As the global health community has focused its attention on infectious disease, maternal mortality, and malnutrition, the insidious effects of chronic illness have grown to tragic proportions among the world’s most impoverished people. In 2005, non-communicable diseases (NCDs) – especially cardiovascular diseases, cancers, chronic respiratory diseases, and diabetes – caused 35 million deaths, or 60% of all deaths worldwide. Of these, 80% were in low- and middle-income countries like the Dominican Republic. Despite this burden on the poor and a projected 17% increase in deaths from NCDs over the next 10 years, NCD prevention and treatment has lagged as a priority on the global health agenda.
On a global scale, the number of deaths caused by chronic illness is more than twice the number caused by HIV/AIDS, tuberculosis, malaria, maternal conditions, and malnutrition combined. However, the relative differences in death rates are significantly more narrow in low-income countries like the Dominican Republic than in high income countries. The burden of illness in the DR may be illustrated through disability-adjusted life years (DALYs) per 100,000 population:
- Communicable, maternal, perinatal, and nutritional deficiencies: 5,798 DALYs
- Infectious and parasitic diseases: 2,897
- Perinatal conditions: 1,243
- Maternal conditions: 611
- Non-communicable diseases: 13,390 DALYs
- Neuropsychiatric disorders: 3,585
- Cardiovascular disease, including hypertension: 3,317
- Cancers: 1,384
- Diabetes: 667
In comparison, in the US, DALYs due to communicable diseases total 896 per 100,000 population, and 10,481 for non-communicable diseases. Mortality rates and risk factor prevalence rates further demonstrate the gravity of the NCD burden in the DR. In fact, NCDs are now the leading cause of death in the Dominican Republic, accounting for 68% of total mortality:
(Graphic taken from the World Health Organization, Dominican Republic NCD Country Profile, 2011)
At the same time, however, the Dominican Republic lags behind the United States and the Latin America & Caribbean Region as a whole on many basic health indicators. Maternal and under-five mortality ratios are nearly four times as high as those of the United States. Preventable infectious diseases such as cholera and dysentery continue to affect the Dominican Republic’s more than 9.4 million people, especially the 27% of the rural population that lacks access to any potable water services, and the 7.5% that lacks any latrines or other sanitation facilities. Such disparities underscore the need for initiatives that improve access to and the quality of basic healthcare and public health services:
(Statistics taken from the United Nations Development Programme 2011 Human Development Report)
The Dominican Republic spends only 5.9% of GDP on health, in comparison to 7.6% for the region and 16.2% for the United States. More than 50% of the entire population lives below the national poverty line. Measures of income inequality demonstrate a significant gap between the poor and wealthy — while gross national income per capita (in US dollars) is $8,087, the Gini coefficient is 48.4 (a value of zero would represent absolute equality, a value of 100 absolute inequality). In comparison, income per capita in the United States is calculated as $43,017, and the Gini coefficient is 40.8.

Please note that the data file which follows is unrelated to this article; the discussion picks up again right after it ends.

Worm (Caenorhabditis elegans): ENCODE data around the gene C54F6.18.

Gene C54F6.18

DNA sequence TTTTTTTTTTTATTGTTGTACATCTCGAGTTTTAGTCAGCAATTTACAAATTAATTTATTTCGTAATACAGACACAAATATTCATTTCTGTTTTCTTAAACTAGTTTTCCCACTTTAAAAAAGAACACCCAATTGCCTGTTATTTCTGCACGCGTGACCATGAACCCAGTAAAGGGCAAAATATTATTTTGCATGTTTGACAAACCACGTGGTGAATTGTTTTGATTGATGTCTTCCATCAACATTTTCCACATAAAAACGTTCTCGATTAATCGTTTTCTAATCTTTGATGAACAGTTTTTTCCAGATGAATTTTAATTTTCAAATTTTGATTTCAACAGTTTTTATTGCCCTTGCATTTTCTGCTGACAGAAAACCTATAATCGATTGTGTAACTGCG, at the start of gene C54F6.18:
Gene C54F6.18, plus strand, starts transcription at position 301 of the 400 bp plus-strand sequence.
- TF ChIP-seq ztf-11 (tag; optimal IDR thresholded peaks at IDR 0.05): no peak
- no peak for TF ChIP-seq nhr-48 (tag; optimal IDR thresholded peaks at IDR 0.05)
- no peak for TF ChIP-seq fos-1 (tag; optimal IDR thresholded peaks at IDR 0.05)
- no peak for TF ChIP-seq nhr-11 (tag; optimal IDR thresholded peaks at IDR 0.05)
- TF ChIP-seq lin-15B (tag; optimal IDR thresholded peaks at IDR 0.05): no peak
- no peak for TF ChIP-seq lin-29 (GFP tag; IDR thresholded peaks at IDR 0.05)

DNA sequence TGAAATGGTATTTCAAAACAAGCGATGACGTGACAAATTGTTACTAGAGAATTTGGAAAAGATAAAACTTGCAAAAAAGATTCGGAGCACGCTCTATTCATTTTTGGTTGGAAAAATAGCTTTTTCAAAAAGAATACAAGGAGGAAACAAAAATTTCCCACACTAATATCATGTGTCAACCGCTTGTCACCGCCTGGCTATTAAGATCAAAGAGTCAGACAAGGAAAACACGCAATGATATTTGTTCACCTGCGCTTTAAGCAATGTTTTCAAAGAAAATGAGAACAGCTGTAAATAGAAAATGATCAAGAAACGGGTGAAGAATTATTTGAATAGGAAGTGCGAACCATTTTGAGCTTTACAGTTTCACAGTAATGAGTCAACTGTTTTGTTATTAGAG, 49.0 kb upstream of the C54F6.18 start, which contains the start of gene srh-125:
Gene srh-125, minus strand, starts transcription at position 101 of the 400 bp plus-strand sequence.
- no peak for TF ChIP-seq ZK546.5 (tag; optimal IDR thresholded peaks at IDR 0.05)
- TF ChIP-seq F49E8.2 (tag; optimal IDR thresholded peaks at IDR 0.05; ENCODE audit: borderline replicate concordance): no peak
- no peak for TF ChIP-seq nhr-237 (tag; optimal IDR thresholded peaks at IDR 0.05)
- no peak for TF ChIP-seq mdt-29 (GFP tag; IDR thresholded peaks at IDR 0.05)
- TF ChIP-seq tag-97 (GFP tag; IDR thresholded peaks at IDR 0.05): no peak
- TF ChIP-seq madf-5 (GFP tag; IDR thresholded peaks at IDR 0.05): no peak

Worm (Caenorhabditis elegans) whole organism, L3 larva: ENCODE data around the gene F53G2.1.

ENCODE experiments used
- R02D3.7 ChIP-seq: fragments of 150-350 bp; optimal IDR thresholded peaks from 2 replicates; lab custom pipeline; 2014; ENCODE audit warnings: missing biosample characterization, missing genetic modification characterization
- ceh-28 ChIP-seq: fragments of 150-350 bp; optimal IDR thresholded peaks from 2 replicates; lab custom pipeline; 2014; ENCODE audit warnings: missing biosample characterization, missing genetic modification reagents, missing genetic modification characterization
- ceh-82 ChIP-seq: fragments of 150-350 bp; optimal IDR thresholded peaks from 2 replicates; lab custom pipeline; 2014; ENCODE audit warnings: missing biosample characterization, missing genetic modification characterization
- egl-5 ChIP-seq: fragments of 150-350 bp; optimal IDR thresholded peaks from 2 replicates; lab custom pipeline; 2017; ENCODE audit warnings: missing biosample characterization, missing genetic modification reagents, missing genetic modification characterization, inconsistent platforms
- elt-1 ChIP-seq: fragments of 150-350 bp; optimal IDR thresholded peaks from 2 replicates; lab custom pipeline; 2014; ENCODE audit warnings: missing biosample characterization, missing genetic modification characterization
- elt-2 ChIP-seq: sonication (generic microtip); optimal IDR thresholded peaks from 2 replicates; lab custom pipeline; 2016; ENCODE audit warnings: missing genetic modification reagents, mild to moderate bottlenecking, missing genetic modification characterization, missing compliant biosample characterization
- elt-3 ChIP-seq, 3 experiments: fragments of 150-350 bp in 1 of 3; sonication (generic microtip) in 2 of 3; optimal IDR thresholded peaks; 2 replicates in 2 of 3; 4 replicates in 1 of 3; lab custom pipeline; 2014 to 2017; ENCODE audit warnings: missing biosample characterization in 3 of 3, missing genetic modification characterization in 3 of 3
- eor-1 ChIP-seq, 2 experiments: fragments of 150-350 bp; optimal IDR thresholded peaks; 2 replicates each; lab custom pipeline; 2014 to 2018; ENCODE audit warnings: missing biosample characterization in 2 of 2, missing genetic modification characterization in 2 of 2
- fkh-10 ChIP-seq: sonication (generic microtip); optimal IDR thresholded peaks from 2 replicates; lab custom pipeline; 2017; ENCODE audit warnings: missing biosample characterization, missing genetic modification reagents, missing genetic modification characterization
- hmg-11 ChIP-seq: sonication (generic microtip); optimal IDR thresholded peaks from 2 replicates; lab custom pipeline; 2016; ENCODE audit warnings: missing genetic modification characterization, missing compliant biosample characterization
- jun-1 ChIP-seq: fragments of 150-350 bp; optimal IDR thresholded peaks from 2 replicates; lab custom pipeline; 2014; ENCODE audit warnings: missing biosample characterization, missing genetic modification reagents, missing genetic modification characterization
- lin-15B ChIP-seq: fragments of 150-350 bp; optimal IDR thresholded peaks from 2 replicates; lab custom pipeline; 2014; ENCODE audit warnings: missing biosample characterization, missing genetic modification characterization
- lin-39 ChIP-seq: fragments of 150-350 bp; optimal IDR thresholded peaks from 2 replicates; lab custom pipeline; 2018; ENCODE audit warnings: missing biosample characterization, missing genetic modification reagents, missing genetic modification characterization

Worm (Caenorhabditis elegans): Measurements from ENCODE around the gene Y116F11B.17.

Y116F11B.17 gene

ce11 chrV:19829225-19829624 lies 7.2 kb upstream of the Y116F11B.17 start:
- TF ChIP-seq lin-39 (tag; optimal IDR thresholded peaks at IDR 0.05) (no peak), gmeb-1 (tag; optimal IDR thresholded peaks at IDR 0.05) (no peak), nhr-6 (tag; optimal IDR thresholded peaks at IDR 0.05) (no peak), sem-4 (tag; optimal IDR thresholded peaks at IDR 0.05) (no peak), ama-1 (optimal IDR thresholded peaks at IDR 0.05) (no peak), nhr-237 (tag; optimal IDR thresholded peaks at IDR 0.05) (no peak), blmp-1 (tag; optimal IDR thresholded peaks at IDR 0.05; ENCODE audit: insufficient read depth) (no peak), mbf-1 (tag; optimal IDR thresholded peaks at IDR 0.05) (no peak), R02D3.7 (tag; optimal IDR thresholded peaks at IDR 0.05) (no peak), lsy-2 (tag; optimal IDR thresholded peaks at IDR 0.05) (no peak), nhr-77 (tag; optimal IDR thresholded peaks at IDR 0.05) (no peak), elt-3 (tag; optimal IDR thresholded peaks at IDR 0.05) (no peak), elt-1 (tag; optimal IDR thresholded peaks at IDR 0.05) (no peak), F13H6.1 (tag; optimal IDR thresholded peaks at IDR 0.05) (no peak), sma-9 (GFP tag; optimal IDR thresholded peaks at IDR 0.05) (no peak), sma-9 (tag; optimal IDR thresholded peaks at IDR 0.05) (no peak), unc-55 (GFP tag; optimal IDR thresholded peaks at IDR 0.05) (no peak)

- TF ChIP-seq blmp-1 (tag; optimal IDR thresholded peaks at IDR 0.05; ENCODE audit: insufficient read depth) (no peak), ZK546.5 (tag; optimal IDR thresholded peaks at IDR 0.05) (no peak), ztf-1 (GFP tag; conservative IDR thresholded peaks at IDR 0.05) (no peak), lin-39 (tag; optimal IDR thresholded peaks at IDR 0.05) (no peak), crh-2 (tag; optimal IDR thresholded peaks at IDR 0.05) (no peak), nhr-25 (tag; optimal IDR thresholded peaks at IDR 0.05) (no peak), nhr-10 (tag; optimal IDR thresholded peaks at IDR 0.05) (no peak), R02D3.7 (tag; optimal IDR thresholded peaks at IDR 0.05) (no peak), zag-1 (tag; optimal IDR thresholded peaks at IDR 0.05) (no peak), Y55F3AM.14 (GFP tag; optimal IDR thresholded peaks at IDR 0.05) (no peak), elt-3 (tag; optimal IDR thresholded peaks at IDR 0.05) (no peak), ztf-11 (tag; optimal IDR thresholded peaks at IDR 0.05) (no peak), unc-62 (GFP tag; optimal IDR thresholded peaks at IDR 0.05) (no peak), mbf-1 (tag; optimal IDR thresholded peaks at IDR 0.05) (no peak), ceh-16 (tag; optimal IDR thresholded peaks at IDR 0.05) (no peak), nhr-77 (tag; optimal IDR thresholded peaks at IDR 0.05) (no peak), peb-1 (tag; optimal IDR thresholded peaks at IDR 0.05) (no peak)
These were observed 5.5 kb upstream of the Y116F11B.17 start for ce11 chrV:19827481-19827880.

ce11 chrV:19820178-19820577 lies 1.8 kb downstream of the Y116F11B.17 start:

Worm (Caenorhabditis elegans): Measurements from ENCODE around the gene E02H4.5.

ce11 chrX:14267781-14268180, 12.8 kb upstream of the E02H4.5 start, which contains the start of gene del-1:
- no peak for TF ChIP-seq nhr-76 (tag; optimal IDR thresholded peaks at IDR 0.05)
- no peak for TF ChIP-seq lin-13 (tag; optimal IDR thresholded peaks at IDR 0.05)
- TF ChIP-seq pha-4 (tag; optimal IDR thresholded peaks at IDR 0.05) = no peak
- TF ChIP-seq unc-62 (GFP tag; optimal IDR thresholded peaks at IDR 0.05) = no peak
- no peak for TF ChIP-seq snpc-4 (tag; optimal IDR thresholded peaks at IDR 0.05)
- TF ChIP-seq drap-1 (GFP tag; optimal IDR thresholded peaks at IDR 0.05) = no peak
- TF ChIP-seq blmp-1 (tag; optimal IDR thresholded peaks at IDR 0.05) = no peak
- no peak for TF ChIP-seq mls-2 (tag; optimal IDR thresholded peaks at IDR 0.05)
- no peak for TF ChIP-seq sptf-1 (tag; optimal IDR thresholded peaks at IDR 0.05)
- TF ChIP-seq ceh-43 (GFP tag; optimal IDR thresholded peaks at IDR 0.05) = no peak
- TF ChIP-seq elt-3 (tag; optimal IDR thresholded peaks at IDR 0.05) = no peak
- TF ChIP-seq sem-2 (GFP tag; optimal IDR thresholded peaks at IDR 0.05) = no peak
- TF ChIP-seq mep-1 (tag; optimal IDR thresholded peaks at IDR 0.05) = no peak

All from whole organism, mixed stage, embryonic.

The dual burden of infectious and chronic illness among the poor demands a comprehensive response at the individual, community, and national levels. Diagonal programs – combining vertical responses to address specific illnesses, and horizontal responses designed to reach broad populations – can play an important role in treatment, prevention, and quality of life improvement. In order to most effectively address this epidemiological transition, health systems must be strengthened and reoriented to ensure equitable focus on chronic illness, including efforts to address affordable access to medication, long-term care support, and socioeconomic factors.
The Dominican Republic’s health system is working to respond proactively to this shift. The 2001 General Health Law, which put primary health care as a central goal, was written with an ambitious vision, but implementation has been slowed by lack of coordination, health infrastructure, and resources. The Ministry of Health recognizes the problem of NCDs and indeed has funding available for NCD treatment, control, prevention, and health promotion, but to date there are no integrated programs that address the spectrum of NCDs and their risk factors. At the same time, the UN Summit on Non-Communicable Diseases in September 2011 — only the second UN Summit in history to be dedicated to a health issue, the first having been HIV/AIDS – reflects a growing recognition that the burden of NCDs worldwide has reached epidemic proportions, contributing significantly to morbidity and mortality, poverty, and health disparities. This confluence of factors points to the fact that there is now a window of opportunity to focus on chronic illness management within the context of public health and health systems strengthening.
1. 2008-2013 Action Plan for the Global Strategy for the Prevention and Control of Non-communicable Diseases. Geneva: World Health Organization, 2008.
2. Preventing chronic diseases: a vital investment. Geneva: WHO, 2005.
3. Global Burden of Disease. Death and DALY estimates for 2004 by cause. Dominican Republic. Geneva: WHO; 2008.
4. NCD Country Profiles. Dominican Republic. Geneva: WHO, 2011.
5. Health Systems Profile Dominican Republic: Monitoring and Analyzing Health Systems Change. Santo Domingo: Pan American Health Organization. 2007.
6. Indicadores Básicos de Salud:Dominican Republic 2008. Santo Domingo: Pan American Health Organization. 2008.